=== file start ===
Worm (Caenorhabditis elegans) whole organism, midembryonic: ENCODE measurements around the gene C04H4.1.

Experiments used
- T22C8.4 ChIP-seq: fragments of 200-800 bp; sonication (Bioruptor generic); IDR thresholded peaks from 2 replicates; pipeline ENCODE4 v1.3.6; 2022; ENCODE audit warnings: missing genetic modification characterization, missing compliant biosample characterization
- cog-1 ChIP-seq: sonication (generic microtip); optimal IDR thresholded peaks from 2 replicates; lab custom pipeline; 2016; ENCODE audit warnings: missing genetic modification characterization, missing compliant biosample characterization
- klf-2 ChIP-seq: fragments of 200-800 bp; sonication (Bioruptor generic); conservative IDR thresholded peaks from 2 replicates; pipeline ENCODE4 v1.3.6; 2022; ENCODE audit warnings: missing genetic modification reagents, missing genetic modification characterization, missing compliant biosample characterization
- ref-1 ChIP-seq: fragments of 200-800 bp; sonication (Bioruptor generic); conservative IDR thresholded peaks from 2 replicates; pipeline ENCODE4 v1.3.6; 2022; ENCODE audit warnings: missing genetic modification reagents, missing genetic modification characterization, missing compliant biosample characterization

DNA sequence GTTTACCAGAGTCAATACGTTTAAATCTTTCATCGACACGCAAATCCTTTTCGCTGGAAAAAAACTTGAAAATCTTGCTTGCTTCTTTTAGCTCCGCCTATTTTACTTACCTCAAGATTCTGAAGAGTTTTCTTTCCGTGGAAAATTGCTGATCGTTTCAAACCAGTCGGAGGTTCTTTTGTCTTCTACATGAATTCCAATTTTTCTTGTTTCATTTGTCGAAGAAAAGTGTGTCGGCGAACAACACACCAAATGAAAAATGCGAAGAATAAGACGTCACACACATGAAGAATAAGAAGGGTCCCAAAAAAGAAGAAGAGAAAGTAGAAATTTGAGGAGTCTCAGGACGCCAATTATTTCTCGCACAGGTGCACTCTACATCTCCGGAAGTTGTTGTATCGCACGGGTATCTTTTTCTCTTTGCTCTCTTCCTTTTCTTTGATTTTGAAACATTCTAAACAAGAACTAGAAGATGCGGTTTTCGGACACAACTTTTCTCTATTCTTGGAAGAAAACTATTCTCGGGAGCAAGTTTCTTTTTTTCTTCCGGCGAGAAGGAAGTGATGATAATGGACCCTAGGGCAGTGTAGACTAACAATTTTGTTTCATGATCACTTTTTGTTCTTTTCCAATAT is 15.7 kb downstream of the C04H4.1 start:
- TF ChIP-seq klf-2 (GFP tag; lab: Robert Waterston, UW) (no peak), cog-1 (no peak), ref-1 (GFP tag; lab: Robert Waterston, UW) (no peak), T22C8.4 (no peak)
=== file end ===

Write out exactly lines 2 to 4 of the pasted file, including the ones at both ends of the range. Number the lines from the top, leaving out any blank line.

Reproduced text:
Experiments used
- T22C8.4 ChIP-seq: fragments of 200-800 bp; sonication (Bioruptor generic); IDR thresholded peaks from 2 replicates; pipeline ENCODE4 v1.3.6; 2022; ENCODE audit warnings: missing genetic modification characterization, missing compliant biosample characterization
- cog-1 ChIP-seq: sonication (generic microtip); optimal IDR thresholded peaks from 2 replicates; lab custom pipeline; 2016; ENCODE audit warnings: missing genetic modification characterization, missing compliant biosample characterization